From a cursory look at the recent news from Tesla, a casual observer could be forgiven for thinking that the dream of transitioning the world to electric vehicles has stalled. The Tesla brand is more closely associated with electric vehicles than any other, and in the past year the company has struggled to deliver the $35,000 Model 3.
Last month, the Trump Administration put more than 10 million acres of land in Alaska on the auction block for oil and gas companies to lease and eventually drill. The move — a key part of Trump’s energy strategy — was billed as the President making good on his promise to bring U.S. “energy dominance” to the rest of the world. But by the end of the auction the Bureau of Land Management had received only seven bids for land covering 80,000 acres, less than 1% of the area offered.
Jim Lamon is the kind of businessman that Donald Trump would like. And Lamon is the kind of businessman who likes Trump. The CEO of Depcom Power grew up in Alabama, served in the Air Force for six years and spent decades constructing the kinds of coal-fired power plants Trump likes to tout. He’s contributed thousands of dollars to Republican causes, including Trump’s victory fund. But a few years ago, Lamon saw that coal’s future was bleak, and he switched to building solar power plants.
Muck Rack makes it simple to find people, tweets, or articles that mention any name, keyword, company, hashtag etc. We've compiled this guide to help you make the most of your search.
Selecting a term
Start searching tweets, articles from media outlets, articles mentioned in tweets, journalists'
names, titles and bios with some suggested searches:
Companies or Topics (e.g. iPhone, Microsoft)
Phrases (e.g. "cloud computing") — use quotes to keep the terms together
Twitter handles (e.g. @username) — returns those who have mentioned or replied to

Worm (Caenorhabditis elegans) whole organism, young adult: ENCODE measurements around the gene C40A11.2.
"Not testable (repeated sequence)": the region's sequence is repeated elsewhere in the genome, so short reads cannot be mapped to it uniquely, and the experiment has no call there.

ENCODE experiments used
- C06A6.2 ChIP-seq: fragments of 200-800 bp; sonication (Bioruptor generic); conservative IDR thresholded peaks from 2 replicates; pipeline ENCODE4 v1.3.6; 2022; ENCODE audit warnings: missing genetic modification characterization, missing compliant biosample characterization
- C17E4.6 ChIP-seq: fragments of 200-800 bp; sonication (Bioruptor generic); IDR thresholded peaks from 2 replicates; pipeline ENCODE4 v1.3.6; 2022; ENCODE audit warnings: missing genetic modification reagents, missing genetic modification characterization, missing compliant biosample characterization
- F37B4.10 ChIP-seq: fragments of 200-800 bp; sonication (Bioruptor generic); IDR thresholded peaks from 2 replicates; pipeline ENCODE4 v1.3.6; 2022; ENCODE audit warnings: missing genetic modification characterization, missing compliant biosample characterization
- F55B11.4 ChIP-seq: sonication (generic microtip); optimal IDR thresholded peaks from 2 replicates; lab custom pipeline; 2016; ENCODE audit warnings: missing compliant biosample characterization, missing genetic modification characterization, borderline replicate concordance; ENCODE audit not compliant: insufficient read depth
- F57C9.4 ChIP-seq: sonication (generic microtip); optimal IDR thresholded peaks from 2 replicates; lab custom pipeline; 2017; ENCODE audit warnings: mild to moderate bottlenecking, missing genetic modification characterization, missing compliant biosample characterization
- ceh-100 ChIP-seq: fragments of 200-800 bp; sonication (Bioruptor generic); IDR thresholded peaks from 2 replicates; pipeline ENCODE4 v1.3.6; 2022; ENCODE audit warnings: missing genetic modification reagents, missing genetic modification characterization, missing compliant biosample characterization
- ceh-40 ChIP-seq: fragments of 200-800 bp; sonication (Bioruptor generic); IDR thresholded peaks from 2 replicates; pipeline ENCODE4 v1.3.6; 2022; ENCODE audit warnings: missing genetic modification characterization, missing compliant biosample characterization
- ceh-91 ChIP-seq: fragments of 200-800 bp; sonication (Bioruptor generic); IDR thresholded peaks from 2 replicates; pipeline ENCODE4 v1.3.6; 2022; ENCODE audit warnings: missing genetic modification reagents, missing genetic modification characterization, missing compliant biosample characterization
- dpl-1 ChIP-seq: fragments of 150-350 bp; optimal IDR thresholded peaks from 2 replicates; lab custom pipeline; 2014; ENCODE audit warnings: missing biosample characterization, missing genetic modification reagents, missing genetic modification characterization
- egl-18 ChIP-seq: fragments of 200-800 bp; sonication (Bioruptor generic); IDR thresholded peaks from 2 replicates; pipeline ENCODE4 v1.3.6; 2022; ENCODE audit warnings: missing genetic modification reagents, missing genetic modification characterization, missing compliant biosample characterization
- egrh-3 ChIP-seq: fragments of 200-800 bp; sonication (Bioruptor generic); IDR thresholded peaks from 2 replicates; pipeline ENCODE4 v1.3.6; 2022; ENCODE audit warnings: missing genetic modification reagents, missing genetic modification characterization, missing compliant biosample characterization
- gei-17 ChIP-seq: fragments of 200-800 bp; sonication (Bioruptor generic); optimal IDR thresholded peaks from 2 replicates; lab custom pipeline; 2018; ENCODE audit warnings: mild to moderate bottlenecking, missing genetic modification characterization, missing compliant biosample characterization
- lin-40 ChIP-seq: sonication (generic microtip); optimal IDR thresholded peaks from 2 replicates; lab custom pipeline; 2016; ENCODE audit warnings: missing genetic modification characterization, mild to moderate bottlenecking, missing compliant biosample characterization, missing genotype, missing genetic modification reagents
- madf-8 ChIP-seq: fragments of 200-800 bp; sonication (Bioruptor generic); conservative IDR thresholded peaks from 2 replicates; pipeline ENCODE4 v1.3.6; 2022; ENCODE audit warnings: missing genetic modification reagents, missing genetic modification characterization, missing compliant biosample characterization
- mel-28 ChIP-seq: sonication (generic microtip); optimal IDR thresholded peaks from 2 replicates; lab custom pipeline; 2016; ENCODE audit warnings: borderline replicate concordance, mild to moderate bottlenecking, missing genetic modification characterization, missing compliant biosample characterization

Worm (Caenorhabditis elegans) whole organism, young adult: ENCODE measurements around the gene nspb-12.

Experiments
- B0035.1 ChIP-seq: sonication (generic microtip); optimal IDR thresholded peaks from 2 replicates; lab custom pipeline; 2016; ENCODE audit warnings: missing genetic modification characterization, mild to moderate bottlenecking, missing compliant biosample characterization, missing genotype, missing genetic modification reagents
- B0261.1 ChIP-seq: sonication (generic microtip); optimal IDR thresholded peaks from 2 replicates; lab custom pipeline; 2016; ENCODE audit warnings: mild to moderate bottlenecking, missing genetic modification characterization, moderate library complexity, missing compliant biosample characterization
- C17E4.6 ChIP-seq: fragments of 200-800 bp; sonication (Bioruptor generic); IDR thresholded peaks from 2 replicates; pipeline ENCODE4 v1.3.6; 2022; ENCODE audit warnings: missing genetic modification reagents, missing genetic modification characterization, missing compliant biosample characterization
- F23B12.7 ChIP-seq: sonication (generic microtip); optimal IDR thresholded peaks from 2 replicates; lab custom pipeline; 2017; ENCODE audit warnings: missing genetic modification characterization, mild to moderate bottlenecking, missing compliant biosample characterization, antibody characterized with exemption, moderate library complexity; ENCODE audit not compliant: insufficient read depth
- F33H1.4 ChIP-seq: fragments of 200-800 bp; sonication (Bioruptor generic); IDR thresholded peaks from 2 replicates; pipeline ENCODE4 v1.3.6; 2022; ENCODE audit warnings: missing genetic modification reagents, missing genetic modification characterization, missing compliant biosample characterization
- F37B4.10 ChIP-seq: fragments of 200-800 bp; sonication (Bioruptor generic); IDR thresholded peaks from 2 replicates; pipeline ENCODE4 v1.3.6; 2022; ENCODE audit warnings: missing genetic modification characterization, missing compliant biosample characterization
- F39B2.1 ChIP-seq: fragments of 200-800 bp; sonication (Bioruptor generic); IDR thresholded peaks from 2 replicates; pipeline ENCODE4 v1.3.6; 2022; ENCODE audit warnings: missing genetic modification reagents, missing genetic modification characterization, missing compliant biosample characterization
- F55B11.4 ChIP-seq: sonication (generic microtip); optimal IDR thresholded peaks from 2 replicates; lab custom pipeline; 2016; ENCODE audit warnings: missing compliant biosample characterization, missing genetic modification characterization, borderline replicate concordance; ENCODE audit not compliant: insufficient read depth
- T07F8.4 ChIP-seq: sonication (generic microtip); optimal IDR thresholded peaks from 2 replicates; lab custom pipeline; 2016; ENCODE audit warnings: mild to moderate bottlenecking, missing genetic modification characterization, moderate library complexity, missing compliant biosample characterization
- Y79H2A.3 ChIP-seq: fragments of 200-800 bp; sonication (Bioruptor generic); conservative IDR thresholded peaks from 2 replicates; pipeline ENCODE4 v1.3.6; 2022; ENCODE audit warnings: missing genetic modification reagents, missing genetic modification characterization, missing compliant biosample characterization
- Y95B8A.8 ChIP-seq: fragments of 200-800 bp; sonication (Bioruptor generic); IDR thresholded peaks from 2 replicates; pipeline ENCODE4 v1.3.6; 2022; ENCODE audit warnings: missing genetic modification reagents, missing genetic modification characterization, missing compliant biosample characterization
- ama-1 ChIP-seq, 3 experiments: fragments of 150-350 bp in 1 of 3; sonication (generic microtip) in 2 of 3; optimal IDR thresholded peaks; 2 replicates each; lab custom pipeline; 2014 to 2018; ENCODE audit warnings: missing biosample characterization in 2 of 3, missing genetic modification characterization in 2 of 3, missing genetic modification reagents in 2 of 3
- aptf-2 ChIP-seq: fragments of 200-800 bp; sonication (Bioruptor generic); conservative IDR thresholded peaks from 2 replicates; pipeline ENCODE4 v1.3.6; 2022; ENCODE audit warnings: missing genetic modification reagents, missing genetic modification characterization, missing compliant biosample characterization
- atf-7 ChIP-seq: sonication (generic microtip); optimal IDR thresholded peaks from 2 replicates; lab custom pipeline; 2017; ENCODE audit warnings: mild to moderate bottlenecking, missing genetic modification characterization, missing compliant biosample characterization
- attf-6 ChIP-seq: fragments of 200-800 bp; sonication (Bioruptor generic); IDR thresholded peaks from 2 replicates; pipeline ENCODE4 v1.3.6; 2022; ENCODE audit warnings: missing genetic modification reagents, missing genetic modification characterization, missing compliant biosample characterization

Names (e.g. "David Pogue")
Hashtags (e.g. #sxsw, #london2012)
Bio details (e.g. vegan, Olympics, father)
Muck Rack's Advanced Search allows for many boolean operators.
Find results that mention multiple specified terms, use AND or
+. For example, ensure each result contains both Elon Musk and Mark Zuckerberg by
searching Musk AND Zuckerberg or Musk + Zuckerberg.
Use the operators OR or , to broaden your search when you'd like either of
multiple terms to appear in results. (This is the default behavior of our search when no operators
are used). For example, results will contain either cake or cookie by searching cake OR cookie or cake,cookie
Use NOT or - to subtract results from your search. For
example, searching Disney will yield results about the Walt Disney Company as well as Walt Disney
World Resort. To exclude mentions of Disney World, search for Disney -World or Disney
When using one of these operators with a phrase, enclose it in quotation marks. For example, you can
find results about smartphones excluding Apple's iPhone 4S by searching smartphone -"iPhone
Exact case matching or punctuation
If you're searching for a brand name or keyword that relies on specific punctuation marks or capitalization, you can
find results that match your exact query by adding matchcase: before the keyword you're searching for, like matchcase:E*TRADE .
Use parentheses to separate multiple
boolean phrases. For example, to find journalists talking about having fun in Disney World or
Disneyland, search for ("disney world" OR disneyland) AND fun.
An asterisk can be used to search for any variation of a root word truncated by the asterisk. For example, searching for admin* will return results for administrator, administration, administer, administered, etc.
A near operator is an AND operator where you can control the distance between the words. You can vary the distance the near operation uses by adding a forward slash and number (between 0-99) such as strawberries NEAR/10 "whipped cream", which means the strawberries must exist within 10 words of "whipped cream".